The title of PacificUV‘s latest album, After The Dream You Are Awake, is a perfect example of the rhetorical device Daniel Dennett calls “deepities” — a proposition that seems both important and true – and profound – but that achieves this effect by being ambiguous. On one reading, it is manifestly false, but it would be earth-shaking if it were true; on the other reading, it is true but trivial.  He said, “Yeah, dude, like, after the dream you are awake,” then she said, “Whoa, that’s deep, man.” Anyway, the music itself is a bit of a deepity too.

At first blush After The Dream seems like a pretty strong, confident indie-pop record with some decently original melodies. But then it slowly reveals itself as mostly being a retro repackaging (à la Naked Eyes) of songs by The XX. Specifically “I Wanna Be You” which I think might potentially be the basis for a lawsuit.  Also, “I Think It’s Coming” wholesale cops the melody and chord progression from Komputer‘s “Like a Bird“. While they don’t directly cut’n’paste all of Komputer’s embellishments, they do manage to add all of The XX’s trademark ambient/minimalist surf textures. Meanwhile, lyrically, instead of the original song’s incisive, existential ennui, PacificUV choose to wax ambiguous on the transient nature of love instead (deepities abound).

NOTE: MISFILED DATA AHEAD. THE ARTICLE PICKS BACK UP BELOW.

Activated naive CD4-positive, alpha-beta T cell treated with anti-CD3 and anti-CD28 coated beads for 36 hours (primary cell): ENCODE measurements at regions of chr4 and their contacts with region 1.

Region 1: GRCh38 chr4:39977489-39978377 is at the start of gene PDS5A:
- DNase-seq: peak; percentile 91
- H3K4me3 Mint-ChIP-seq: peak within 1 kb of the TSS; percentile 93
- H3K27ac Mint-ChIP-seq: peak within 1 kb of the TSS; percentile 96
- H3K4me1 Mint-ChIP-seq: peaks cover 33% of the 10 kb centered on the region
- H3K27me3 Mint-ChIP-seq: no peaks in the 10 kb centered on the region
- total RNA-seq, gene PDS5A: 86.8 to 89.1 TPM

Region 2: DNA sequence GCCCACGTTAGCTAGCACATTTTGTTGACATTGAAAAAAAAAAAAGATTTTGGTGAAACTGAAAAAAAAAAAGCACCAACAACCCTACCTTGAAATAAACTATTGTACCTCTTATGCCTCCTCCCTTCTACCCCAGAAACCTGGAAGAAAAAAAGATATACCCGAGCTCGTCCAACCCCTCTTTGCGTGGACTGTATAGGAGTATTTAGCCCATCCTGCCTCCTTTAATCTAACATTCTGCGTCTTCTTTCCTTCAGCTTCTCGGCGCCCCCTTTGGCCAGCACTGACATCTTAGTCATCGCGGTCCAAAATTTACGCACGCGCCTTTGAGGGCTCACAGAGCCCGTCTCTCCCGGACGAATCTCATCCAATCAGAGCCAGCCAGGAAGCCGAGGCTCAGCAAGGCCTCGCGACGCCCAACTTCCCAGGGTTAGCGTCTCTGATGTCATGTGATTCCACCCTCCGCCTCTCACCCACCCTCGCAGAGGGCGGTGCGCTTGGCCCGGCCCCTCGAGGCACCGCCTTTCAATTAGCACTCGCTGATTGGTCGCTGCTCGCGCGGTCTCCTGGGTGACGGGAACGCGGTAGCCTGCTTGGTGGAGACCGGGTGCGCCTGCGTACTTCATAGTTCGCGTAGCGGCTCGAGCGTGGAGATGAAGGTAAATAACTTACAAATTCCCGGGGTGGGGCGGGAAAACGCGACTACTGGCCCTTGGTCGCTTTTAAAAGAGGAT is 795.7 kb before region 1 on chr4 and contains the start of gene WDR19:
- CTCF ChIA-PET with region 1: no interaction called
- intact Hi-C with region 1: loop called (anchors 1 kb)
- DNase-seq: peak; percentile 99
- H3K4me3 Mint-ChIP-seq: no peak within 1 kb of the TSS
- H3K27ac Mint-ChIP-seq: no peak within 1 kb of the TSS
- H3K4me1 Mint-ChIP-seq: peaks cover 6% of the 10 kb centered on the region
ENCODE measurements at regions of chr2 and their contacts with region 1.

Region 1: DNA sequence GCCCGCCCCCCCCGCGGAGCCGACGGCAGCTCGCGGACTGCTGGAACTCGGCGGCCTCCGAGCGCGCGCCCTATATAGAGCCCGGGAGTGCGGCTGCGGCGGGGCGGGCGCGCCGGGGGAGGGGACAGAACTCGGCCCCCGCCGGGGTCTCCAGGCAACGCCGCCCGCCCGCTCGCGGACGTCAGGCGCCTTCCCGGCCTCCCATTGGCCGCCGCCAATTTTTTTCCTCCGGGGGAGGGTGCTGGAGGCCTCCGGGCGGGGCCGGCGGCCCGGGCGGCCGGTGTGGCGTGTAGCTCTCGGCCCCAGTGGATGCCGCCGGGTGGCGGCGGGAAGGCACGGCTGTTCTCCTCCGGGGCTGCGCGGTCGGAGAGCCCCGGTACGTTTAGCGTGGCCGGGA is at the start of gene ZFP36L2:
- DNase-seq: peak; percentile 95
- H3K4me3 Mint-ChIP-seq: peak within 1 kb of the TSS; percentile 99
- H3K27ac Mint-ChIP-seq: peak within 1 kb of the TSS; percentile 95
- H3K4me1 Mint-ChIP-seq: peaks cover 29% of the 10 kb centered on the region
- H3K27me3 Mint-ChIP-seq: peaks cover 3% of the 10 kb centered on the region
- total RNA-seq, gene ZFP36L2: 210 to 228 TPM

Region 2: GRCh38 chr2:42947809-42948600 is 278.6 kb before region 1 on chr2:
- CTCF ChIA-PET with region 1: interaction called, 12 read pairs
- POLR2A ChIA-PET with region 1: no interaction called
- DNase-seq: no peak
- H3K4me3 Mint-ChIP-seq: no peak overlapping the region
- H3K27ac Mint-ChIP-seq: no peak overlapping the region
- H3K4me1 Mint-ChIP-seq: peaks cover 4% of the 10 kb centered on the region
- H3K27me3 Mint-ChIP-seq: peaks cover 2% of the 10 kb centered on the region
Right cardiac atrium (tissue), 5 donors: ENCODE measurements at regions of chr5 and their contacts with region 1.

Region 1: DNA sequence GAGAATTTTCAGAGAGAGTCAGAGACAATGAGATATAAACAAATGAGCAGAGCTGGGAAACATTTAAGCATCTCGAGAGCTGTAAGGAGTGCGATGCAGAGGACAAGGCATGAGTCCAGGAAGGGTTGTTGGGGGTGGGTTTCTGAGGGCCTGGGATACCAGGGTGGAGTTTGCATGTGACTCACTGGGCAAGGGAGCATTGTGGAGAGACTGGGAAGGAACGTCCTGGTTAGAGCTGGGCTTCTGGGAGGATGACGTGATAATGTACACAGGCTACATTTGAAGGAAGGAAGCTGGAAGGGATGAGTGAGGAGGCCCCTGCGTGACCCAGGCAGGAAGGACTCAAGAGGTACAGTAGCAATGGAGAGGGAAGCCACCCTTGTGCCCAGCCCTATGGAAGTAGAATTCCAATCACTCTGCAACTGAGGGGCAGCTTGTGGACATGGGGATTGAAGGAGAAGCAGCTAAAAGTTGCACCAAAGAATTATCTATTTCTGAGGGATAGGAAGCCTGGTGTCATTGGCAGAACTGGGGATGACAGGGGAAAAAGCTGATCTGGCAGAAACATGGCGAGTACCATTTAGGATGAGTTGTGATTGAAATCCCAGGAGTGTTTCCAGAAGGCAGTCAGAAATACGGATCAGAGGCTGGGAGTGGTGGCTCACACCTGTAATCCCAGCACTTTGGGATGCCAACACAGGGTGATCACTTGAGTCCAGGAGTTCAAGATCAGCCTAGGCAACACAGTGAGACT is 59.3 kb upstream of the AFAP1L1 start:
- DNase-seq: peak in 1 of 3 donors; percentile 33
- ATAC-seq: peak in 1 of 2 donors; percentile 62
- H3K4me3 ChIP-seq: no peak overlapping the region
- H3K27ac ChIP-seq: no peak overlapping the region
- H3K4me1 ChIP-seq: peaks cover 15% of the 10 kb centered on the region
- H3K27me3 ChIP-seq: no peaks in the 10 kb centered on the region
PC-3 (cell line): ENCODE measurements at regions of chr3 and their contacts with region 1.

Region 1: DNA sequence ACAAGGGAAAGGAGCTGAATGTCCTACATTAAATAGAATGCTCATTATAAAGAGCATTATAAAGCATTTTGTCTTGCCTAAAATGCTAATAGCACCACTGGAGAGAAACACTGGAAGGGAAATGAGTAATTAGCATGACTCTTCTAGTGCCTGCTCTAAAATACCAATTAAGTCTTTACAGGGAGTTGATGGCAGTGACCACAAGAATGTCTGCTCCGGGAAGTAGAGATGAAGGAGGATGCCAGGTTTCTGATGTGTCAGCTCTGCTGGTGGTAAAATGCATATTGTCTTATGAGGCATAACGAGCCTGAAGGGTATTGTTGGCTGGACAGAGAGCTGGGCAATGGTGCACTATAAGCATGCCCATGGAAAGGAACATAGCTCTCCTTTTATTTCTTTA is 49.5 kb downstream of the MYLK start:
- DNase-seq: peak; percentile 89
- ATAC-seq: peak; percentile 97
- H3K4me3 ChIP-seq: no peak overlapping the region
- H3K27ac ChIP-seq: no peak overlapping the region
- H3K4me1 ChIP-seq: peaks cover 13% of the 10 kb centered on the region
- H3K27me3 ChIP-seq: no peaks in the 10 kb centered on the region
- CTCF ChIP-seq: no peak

Then there’s the somewhat half-assed, yet oddly faithful cover of Billy Idol‘s “Eyes Without A Face“. Whatever you think about Idol’s music, Rebel Yell was a meticulous work of New Wave studio mastery. So this cover is a bit like doing “Bohemian Rhapsody” on a cassette 4-track. A lot of what makes the song is the recording, so recording it with less attention to detail (at the very least they should have tried to recreate those giant hand claps!) is simply baffling.

But, and this is a big bolded, underlined, all-caps BUT, there’s a solid EP’s worth of good material on After The Dream. “American Lovers” is a top-shelf maudlin synth-pop tune and “Russians” is better chilly, mechanical retro-futurist rock than Ladytron have done in a while.  Ultimately, it’s your standard pop record with all the pluses and minuses that come with the territory (it’s just that the minuses are almost deal-breakers).

2.75 Sad-sack synth-pop duos out of 5 New orders for naked eyes from the yazoo pet shop